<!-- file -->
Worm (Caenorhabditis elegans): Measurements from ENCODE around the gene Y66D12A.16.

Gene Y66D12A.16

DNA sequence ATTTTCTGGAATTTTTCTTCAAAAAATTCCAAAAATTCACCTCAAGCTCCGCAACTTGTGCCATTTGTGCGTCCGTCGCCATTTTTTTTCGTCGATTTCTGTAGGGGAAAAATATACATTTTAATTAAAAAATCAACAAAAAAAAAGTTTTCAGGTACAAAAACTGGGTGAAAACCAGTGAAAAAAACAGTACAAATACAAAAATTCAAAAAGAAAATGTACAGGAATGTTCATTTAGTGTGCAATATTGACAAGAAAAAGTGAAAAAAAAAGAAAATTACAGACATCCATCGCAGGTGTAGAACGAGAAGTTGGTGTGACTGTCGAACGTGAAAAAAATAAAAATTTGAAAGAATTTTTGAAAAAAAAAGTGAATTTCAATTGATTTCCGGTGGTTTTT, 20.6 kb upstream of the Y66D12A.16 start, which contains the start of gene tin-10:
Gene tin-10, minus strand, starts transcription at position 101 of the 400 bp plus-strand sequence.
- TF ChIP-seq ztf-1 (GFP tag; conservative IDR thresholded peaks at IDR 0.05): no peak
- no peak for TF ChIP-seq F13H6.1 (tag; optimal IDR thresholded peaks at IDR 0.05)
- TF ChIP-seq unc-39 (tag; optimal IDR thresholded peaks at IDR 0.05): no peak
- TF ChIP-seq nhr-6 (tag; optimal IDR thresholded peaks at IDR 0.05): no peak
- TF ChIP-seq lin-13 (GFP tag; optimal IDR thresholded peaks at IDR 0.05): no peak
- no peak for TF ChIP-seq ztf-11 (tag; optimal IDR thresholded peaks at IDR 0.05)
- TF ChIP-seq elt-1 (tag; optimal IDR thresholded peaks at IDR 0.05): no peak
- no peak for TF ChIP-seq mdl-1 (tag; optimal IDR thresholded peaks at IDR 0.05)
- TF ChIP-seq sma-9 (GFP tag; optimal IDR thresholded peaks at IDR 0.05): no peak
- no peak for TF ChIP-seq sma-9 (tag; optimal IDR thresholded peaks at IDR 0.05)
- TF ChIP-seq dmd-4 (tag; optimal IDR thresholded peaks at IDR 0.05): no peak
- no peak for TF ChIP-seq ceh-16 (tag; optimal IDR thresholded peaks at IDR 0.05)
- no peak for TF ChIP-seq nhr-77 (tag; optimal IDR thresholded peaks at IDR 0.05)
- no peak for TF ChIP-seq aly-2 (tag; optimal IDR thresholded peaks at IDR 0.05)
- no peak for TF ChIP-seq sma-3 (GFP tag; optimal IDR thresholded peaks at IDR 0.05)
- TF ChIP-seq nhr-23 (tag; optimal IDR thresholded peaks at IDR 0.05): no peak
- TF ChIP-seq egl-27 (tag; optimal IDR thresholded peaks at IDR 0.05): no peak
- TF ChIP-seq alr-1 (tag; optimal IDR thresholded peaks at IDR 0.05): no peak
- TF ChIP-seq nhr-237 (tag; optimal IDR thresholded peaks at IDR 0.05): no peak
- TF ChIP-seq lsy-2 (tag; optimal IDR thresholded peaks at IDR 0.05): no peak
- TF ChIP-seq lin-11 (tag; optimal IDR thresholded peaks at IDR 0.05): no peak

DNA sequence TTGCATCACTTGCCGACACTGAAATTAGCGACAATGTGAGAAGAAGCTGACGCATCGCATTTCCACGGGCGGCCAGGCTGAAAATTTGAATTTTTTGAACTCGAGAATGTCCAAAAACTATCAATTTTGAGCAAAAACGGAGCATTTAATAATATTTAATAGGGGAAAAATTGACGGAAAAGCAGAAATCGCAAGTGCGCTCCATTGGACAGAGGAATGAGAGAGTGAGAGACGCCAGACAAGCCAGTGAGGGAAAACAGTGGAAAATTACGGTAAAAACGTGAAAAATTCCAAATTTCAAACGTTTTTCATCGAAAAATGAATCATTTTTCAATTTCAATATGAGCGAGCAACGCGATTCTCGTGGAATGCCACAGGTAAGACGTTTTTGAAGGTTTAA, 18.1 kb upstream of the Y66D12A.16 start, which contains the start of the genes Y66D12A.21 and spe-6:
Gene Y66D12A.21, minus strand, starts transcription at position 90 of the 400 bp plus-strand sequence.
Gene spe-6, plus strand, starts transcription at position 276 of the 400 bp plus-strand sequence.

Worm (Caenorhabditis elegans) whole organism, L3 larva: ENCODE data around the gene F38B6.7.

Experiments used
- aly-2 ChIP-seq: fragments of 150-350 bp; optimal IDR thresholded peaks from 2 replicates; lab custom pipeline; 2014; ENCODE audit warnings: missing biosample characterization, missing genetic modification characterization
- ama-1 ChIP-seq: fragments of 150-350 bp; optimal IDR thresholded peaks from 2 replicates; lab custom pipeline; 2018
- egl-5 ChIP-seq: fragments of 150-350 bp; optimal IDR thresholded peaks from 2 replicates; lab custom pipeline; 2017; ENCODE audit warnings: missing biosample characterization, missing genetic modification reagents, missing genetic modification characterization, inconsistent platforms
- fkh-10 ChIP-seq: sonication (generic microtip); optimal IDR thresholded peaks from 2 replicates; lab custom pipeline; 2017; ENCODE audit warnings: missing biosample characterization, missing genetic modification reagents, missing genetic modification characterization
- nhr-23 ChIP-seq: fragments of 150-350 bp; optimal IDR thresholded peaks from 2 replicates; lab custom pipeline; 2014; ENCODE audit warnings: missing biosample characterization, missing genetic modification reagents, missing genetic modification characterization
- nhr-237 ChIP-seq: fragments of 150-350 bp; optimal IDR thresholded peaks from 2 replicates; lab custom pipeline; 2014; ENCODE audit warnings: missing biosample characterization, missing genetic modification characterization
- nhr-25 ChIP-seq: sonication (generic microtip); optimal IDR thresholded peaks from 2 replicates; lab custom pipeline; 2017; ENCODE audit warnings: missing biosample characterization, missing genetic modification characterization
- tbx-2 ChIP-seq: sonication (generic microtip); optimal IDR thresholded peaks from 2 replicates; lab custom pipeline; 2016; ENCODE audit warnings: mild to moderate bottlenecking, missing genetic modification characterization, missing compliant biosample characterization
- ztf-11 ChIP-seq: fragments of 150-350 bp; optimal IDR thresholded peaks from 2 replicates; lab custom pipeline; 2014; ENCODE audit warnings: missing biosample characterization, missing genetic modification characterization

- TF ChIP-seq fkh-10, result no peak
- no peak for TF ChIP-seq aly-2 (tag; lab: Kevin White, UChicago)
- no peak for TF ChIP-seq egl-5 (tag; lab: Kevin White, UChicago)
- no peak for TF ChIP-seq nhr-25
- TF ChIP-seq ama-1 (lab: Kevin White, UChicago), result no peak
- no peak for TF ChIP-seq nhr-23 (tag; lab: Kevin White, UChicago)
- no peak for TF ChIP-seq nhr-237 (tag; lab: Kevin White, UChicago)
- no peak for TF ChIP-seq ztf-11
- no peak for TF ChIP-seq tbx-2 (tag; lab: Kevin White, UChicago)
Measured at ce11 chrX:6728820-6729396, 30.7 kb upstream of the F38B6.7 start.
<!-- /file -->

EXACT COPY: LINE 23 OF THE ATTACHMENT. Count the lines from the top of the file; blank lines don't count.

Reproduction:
- TF ChIP-seq nhr-237 (tag; optimal IDR thresholded peaks at IDR 0.05): no peak